Cleveland Wrongful Insurance Claim Denial Attorneys
Ohio Insurance Claim Lawyers
One of the most common forms of insurance bad faith is the wrongful denial of insurance claims. An insurance company will simply deny a claim by saying that the policy did not cover the claimed event, alleging that the application was completed incorrectly or giving another justification. Regardless of that justification, however, legitimate unpaid insurance claims are a breach of contract and those companies should be held accountable for their actions.
At the law firm of Garson Johnson LLP, in Cleveland, Ohio, our attorneys provide experienced representation for policyholders who have had their legitimate claims for benefits denied by their insurance carriers. With years of experience handling bad faith insurance claims, we understand how to thoroughly review cases and pursue compensation for our clients. We will advise you on your rights and options after a policy claim denial.
Contact our firm to learn more information by sending an e-mail or by calling our Cleveland office at 216-696-9330.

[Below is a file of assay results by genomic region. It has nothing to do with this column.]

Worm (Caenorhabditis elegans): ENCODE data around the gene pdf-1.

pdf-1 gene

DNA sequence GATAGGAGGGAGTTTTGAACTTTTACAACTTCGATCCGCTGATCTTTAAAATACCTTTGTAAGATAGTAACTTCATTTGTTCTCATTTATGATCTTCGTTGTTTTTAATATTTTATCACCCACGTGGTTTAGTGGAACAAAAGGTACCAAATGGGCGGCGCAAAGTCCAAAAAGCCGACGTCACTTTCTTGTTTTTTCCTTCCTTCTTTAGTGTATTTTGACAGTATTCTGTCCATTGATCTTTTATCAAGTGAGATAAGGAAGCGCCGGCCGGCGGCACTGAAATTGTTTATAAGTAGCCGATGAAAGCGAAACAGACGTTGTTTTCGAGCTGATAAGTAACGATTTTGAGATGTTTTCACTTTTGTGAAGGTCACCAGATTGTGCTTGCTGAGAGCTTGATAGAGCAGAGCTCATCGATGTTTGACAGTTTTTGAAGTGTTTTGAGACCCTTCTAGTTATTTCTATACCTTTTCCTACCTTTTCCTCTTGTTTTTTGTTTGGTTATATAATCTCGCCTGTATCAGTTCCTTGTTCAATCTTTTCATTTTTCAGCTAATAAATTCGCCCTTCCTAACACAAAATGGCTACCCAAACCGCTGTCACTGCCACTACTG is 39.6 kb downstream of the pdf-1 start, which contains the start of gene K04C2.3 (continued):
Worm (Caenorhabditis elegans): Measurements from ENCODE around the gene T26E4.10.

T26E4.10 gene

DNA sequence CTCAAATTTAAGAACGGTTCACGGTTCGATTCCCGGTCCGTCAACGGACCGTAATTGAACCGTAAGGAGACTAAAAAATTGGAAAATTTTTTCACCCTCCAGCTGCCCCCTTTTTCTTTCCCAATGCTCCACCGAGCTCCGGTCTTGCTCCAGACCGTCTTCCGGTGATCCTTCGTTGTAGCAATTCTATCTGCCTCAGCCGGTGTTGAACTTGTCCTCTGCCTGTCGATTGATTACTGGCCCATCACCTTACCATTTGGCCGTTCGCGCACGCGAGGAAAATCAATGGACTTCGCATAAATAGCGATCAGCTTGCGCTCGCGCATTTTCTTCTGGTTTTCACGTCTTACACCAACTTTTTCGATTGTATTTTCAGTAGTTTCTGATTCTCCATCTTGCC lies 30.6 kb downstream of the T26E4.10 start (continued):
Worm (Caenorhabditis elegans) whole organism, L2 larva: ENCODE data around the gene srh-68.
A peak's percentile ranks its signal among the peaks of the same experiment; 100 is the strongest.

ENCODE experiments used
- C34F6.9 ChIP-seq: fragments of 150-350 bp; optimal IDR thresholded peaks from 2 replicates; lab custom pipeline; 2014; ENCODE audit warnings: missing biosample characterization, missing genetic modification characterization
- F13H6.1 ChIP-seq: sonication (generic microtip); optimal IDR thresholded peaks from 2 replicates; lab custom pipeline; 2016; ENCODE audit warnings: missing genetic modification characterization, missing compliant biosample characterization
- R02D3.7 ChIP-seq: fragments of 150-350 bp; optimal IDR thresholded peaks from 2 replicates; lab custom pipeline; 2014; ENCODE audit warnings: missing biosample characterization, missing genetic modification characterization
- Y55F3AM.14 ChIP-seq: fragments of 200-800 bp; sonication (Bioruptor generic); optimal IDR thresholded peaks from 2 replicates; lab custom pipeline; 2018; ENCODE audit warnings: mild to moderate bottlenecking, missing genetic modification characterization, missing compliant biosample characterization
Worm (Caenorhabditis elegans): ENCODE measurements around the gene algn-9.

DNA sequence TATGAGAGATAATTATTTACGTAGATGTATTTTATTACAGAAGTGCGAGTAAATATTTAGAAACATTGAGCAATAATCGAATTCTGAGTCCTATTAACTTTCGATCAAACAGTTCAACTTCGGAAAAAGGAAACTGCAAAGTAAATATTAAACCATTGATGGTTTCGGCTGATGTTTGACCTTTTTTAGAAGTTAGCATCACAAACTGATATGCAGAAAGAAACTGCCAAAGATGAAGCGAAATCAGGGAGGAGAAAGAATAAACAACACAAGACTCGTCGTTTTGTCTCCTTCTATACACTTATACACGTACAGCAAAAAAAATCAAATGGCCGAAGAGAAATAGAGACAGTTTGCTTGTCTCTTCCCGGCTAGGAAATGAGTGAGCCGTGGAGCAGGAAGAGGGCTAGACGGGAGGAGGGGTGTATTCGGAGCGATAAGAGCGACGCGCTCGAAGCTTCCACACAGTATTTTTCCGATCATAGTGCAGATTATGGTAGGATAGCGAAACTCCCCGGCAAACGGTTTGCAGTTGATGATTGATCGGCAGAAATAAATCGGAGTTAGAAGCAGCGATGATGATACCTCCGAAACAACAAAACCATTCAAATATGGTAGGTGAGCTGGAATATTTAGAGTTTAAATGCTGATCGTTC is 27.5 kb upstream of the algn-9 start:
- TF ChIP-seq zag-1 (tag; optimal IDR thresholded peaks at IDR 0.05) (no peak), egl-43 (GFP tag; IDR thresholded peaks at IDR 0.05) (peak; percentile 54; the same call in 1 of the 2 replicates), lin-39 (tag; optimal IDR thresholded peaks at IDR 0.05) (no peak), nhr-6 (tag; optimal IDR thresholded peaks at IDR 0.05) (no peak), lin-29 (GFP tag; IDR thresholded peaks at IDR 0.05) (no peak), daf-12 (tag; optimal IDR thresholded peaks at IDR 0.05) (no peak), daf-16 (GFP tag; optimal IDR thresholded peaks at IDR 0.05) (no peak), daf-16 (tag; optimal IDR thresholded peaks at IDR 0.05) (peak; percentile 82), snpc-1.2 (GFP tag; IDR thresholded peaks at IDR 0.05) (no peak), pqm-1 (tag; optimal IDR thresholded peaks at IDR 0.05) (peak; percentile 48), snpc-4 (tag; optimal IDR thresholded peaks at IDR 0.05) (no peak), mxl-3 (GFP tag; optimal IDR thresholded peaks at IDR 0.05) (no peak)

Cleveland Wrongful Claim Denial Lawyers
Wrongful claim denials may happen with any type of insurance, including:
- Life insurance
- Auto insurance
- Homeowners' insurance
- Disability insurance
- Commercial insurance
- Health insurance
In order to deny claims, carriers may use strategies such as post claim underwriting to change coverage after a claim is received, allegations of insurance fraud or requirements of proof of ownership not stipulated in a policy. Insurance companies may also fail to investigate claims properly, which can also result in a claims denial.
Contact Garson Johnson LLC
If you have had an insurance claim denied, it is important to speak with a lawyer to understand your rights. We invite you to contact our firm either via e-mail or via phone at 216-696-9330.
</span >Have you recently left or been terminated from work? If you were insured under your employer's healthcare plan, you are entitled to notice of your COBRA benefits. If your employer failed to send the required notice, you may be entitled to compensation.The Consolidated Omnibus Budget Reconciliation Act of 1986 ("COBRA"), requires employers to provide you notice and your right to purchase healthcare coverage through their group health care plan.There are statutory penalties for each day the notice is late. The employer can also be held liable for any medical expenses you paid due to a lack of health insurance. This ‘notice' requirement of COBRA stature applies whether or not you would have actually purchased coverage.With answer to a few brief questions, we can help determine whether you have a potential COBRA claim.